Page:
I admit it, I was tempted to name this node "Dunkin' Donuts: the hidden superpower".

Consider this: every nutrition table will tell you that 100g of cookies pack about 500 kcal. This is a fact that can be quickly checked: grab a packet of Oreos and you'll see that I'm right.

Now, grab a hand grenade and read the calories per serving, or (in case you're fresh out of high explosives) read the excellent megaton writeup by pfft: 1 megaton = 10^12 grams of TNT = 10^15 calories = 10^12 kcal = 10^12 Calories.

(The Encyclopædia Britannica actually lists a lower value, about 0.7 kcal per 1g of TNT; spurred by my endless curiosity I discovered that the easy-to-remember equivalence 1g of TNT = 1 kcal is simply a convention agreed upon by nuclear superpowers, so that nobody is cheating by considering the wildly varying yield of actual TNT).

Numbers don't lie. Would you rather stand next to a bomb with a lighted fuse, or next to several cups of Death by Chocolate?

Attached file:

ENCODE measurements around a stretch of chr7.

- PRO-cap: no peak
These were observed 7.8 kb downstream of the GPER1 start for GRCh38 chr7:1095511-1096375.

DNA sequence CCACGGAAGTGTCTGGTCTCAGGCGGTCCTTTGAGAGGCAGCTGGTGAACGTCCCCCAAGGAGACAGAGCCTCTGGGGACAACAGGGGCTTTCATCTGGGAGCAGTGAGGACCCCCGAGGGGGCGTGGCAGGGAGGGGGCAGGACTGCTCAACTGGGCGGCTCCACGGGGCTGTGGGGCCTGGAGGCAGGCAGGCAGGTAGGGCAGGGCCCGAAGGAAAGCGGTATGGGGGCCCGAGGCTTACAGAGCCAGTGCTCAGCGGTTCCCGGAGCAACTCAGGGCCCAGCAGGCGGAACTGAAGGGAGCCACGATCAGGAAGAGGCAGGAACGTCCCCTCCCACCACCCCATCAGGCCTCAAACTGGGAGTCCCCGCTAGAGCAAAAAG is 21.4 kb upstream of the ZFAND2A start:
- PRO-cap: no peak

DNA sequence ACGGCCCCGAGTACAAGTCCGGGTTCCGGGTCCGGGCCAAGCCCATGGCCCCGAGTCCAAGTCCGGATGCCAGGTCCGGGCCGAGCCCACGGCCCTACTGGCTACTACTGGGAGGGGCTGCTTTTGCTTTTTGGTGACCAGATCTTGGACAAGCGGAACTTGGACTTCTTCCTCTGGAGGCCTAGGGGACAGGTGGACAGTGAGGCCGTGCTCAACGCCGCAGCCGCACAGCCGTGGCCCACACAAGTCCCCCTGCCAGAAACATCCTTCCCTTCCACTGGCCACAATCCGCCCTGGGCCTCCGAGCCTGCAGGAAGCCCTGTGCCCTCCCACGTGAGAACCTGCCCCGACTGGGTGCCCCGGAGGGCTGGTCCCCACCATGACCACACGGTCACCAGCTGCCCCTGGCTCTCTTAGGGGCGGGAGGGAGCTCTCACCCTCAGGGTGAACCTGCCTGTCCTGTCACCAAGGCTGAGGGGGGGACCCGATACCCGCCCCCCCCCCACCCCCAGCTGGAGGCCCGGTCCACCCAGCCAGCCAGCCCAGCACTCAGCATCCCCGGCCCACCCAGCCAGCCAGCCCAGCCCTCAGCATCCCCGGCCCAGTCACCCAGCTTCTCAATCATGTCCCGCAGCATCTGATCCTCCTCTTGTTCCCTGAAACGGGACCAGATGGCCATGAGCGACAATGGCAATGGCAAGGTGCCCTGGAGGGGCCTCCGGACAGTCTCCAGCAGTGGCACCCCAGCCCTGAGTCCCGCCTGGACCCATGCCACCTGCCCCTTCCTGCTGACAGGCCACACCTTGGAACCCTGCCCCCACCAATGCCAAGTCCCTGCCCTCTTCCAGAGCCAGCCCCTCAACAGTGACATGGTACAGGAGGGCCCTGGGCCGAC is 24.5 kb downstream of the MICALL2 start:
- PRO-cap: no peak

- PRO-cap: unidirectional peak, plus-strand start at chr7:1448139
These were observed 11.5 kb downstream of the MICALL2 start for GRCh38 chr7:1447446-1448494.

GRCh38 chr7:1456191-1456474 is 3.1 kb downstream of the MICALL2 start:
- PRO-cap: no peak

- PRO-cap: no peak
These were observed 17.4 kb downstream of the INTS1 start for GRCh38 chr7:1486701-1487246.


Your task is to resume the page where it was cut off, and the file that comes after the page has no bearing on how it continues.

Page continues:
Let me rephrase that.

On average, desserts should be more dangerous - weight by weight, they have five times more calories than explosives. Of course, the dangers of too much chocolate are an expanded waistline and becoming invisible to the other sex, while the danger of, say, a dynamite stick is that they'll have trouble identifying you by your teeth.

The trick here is that the stored energy is released in a couple of milliseconds for TNT, whereas food needs to be digested over several hours, usually with less noise.

Now you can start advertising low-yield diets, or asking for half a kiloton of ice cream, but please don't go around robbing banks with sticks of toffee. It's probably illegal.